Discussions about eggcorns and related topics
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Thanks for your understanding.
Chris -- 2018-04-11
I’m vague on the distinction between eggcorns and other diction difficulties. Would this qualify? “Wile away” seems a formation that must occur naturally among persons who either cannot pronounce or cannot hear what we oldsters used to label /hw/.
The answer is complicated, but for those who can remember what it was like to wile away an evening browsing the exhilaratingly chaotic downtown Tower store, its coming transformation into a temple of cheap denim short-shorts, cargo pants and walls of novelty T-shirts makes some sort of sense in the arc of cultural evolution.
Eric Wilson, New York Times, “Is This the World’s Cheapest Dress?,” May 1, 2008
Welcome to the eggcorn website npetrikov
“Wile away” is an idiomatic expression meaning “to spend time pleasantly.” “While away” would be an incorrect understanding of that expression with enough imagery attached to it to be an eggcorn in itself. Is this what you were suggesting?
One really has to wonder if the eggcorn went the other direction historically.
Actually, according to my dictionary, both are correct as verbs, though “while” as a verb gives “to cause (time) to pass, esp. in some pleasant manner: to while away the hours” as the first verb definition. “Wile” gives as its second verb definition “to spend or pass (time), esp. in a leisurely or pleasurable fashion.” (The first verb definition of wile is more related to its noun definition: “to beguile, entice, or lure [usu. fol. by _away, from, into,_etc.].)
I’ve always read it as “while away.” I definitely would have seen “wile away” as a typo. The fact that the noun wile means “a trick, artifice, or stratagem meant to fool, trap, or entice” would imply to me that the verb wile would first mean “entice or lure” and that the more innocent meaning of passing time (“a while) came as a variant. I believe “while away” is probably the original.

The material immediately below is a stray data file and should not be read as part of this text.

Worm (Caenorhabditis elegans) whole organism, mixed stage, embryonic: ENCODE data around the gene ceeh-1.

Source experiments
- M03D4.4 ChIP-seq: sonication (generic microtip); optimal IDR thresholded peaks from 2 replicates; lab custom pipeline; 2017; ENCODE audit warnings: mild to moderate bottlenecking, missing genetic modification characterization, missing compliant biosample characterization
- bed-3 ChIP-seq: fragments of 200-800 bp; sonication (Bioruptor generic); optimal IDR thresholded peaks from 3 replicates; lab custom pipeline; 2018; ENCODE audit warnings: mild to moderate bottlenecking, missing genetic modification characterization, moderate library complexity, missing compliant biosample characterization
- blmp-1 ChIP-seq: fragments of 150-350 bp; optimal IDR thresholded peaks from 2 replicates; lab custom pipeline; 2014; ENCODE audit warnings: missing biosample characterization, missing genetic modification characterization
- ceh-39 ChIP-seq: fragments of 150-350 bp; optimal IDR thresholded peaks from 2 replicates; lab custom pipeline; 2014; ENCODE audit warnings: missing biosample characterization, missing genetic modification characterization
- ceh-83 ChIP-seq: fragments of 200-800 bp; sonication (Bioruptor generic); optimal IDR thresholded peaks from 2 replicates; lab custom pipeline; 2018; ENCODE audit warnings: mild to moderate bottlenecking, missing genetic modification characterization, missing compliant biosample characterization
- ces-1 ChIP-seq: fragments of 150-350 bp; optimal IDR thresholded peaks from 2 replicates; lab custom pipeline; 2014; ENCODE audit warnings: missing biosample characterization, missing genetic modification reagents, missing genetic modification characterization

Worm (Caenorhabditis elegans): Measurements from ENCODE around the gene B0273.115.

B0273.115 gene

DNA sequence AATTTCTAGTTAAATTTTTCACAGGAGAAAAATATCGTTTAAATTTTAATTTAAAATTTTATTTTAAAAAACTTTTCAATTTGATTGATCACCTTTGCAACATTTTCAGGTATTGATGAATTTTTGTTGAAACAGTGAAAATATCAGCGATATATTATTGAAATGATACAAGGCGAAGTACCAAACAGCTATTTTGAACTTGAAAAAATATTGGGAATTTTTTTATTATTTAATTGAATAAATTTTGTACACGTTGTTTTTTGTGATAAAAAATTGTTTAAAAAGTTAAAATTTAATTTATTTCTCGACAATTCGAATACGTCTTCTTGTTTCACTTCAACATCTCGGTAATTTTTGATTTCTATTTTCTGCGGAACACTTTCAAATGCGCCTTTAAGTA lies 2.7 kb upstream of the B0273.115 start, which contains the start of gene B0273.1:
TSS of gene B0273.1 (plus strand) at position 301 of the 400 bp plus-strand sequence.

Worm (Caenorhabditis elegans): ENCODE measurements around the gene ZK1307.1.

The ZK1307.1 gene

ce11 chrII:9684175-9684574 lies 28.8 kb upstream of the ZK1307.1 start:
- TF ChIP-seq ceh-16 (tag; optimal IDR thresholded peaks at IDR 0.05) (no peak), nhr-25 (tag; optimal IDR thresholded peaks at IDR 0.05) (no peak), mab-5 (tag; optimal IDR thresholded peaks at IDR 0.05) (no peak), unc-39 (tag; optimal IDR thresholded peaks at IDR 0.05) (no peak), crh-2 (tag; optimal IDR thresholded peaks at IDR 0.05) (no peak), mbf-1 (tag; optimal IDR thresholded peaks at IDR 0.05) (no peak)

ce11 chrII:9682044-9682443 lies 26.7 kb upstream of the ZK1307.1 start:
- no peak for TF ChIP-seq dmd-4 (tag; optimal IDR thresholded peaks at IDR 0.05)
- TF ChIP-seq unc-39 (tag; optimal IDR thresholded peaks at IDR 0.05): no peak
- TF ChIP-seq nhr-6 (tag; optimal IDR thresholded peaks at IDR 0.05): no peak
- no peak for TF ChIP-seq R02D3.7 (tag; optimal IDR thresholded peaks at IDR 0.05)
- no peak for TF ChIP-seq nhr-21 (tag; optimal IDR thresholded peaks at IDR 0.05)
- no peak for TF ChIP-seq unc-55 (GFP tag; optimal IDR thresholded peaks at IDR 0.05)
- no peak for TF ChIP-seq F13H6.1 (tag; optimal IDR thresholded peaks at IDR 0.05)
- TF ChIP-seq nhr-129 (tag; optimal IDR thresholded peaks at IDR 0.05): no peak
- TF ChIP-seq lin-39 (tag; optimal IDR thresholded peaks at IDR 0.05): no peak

To answer your other question, about what makes an eggcorn, see the section in this forum on Eggcornology.
Last edited by JonW719 (2008-05-01 16:20:39)
Feeling quite combobulated.
“While away the time” occurs in the seventeenth century. “Wile away the time” not before the nineteenth century. Under the verb “while” the OED says that “association with such phrases as beguile the day, the time (Shakes.), L. diem decipere, F. tromper le temps, has led to the substitution of WILE v. by some modern writers.”
A good eggcorn, and an old. (Did I get the Morrisly construction right, Pat?)
Last edited by kem (2009-07-04 00:10:59)
Hatching new language, one eggcorn at a time.
Yes, quite Morrisly – a fine example, and a proper.
In support of the OED’s claim about “beguile,” “wile” and “while,” I may have found the missing link. I ran across one instance of “bewhiling” in the poem “Unrest” from the collection Carmina silvulae (1890) by James Ambrose Story. The speaker tells a friend that the latter’s unrest of spirit can be attributed to a longing for “higher, nobler things” than the common run of humanity usually aspires to. If only the friend could abandon such desires, then
perchance without a care
Of higher things, thou might’st , thy time bewhiling
With petty things, not then these achings bear.
http://www.archive.org/stream/carminasi … 8/mode/2up
Story was apparently a contemporary of A. E. Housman, and to me the sentiment has a very “Housmanesque” feel. Compare the first stanza of “A Shropshire Lad 49”:
Think no more, lad; laugh, be jolly:
Why should men make haste to die?
Empty heads and tongues a-talking
Make the rough road easy walking,
And the feather pate of folly
Bears the falling sky.
Last edited by patschwieterman (2009-07-04 01:01:47)